'Tis the season to be jolly. Well, almost. And that means kids are starting to write their Christmas lists and sending them to Santa in the hope of something they truly want alongside the piles of socks they don't. However, this year Father Christmas might be a little baffled as many of the toys that will undoubtedly be included will be smarter than ever before.
This is the Christmas of the connected toy.
It seems that every major toy has to have an associated app, videogame or online portal these days, but does connecting toys to devices really make a difference to children?
Over the past few years we’ve tried out a plethora of, supposedly, connected toys. Many of these have felt like they were cashing in on the trend, but the following handful really stand out as doing something innovative and inventive with the technology.
The key difference to our families is whether the connected features makes a difference to how much fun and longevity a particular offers toy has in the household. And these all fit the bill.
An excellent example of a connected toy doing things right, Anki Overdrive is a car track racing game where the vehicles keep themselves on course automatically so you can change your racing line and fire virtual weapons with a smartphone controller app.
Key here is how much happens on the screen. Although the physical action and excitement is on the physical track during races, this is complemented by audio and visual cues on the app for everything that is happening.
Best of all, between races you use the app to upgrade and customise your car’s weapons and performance ready for the next race. There’s as much excitement in the app as there is in the cars.
Real FX Racing
This is an interesting contrast to Anki. The cars are connected to a controller gadget but this is not directly online. However, the experience looks very similar as you control cars around a clip together track and they also offer an assisted steering challenge.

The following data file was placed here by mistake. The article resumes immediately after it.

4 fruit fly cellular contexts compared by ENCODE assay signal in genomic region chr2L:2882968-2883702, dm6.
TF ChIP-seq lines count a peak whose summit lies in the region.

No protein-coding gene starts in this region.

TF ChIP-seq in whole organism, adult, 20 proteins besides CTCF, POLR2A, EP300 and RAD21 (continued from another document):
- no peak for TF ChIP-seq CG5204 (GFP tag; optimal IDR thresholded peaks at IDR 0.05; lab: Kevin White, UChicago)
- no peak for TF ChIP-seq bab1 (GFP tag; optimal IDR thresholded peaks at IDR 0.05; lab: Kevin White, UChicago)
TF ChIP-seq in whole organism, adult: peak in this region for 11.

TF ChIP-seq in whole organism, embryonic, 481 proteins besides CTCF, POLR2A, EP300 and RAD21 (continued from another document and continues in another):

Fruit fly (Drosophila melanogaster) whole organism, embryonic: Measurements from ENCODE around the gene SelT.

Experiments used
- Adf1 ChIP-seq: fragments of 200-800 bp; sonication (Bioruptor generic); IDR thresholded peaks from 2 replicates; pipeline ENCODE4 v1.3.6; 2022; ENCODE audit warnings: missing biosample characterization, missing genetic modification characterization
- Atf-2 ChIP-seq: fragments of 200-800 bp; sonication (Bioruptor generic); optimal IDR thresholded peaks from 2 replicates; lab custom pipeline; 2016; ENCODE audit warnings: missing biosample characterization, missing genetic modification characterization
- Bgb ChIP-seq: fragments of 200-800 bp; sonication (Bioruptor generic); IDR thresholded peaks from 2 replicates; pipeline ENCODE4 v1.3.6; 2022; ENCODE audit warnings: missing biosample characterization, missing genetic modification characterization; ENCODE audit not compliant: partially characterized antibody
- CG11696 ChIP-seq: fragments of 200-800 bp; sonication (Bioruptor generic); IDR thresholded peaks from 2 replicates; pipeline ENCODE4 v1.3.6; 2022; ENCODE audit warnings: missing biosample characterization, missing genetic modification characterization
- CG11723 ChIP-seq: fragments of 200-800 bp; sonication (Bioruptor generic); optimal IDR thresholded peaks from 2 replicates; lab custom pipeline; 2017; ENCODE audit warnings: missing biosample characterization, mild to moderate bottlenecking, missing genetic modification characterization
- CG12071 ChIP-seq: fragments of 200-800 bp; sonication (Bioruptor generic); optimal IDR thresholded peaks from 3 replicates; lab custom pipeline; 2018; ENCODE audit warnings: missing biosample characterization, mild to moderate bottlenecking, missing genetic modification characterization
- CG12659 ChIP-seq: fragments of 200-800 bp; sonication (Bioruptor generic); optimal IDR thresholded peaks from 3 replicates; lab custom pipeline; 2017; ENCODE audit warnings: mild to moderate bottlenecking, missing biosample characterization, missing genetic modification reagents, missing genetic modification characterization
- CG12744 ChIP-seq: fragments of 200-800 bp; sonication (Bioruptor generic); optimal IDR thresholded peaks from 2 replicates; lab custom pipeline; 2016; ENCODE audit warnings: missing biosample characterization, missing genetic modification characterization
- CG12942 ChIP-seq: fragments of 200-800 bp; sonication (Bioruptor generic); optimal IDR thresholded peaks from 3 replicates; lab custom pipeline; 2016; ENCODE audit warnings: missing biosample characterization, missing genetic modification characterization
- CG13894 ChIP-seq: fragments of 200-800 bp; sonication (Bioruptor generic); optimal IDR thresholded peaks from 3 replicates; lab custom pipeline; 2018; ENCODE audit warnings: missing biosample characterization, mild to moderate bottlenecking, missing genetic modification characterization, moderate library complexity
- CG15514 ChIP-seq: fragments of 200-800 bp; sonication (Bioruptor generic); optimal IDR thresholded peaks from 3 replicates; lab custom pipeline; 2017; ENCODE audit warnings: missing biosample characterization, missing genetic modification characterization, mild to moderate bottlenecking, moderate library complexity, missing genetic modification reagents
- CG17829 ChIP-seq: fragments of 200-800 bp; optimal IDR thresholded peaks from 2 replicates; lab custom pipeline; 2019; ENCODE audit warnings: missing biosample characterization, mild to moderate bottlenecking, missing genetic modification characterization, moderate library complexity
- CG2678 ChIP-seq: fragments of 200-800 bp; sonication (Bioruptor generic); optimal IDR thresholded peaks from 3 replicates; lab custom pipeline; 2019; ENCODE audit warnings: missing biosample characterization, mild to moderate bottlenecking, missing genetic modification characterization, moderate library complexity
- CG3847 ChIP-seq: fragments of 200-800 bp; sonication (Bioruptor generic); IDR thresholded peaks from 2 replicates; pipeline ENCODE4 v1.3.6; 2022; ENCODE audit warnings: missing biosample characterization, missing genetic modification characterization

Here though the main excitement is in the toy rather than connected technology. Players need to practice to get better at the physical driving rather than work on upgrading their cars. The vehicles here can go off course if you are not paying attention so more driving skill is required.
This skews towards an older demographic and is underlined further with the requirement to manage tire damage and pull in for pit stops. The game also throws audible oil spills and other hazards at players to keep the action on a knife edge.
Another new take on the toys-to-life crossover moves the experience much more towards the toys themselves with its wearable smart technology. The different Marvel-themed Repulser gloves and Activator targets create a fully-voiced Disney adventure.
The toys are all connected to a smartphone and tablet app (currently for iOS, although Android is also planned) that enables new missions to be loaded as well as progress to be tracked. You can play the game without the app but the level of depth available by connecting the two is a compelling combination.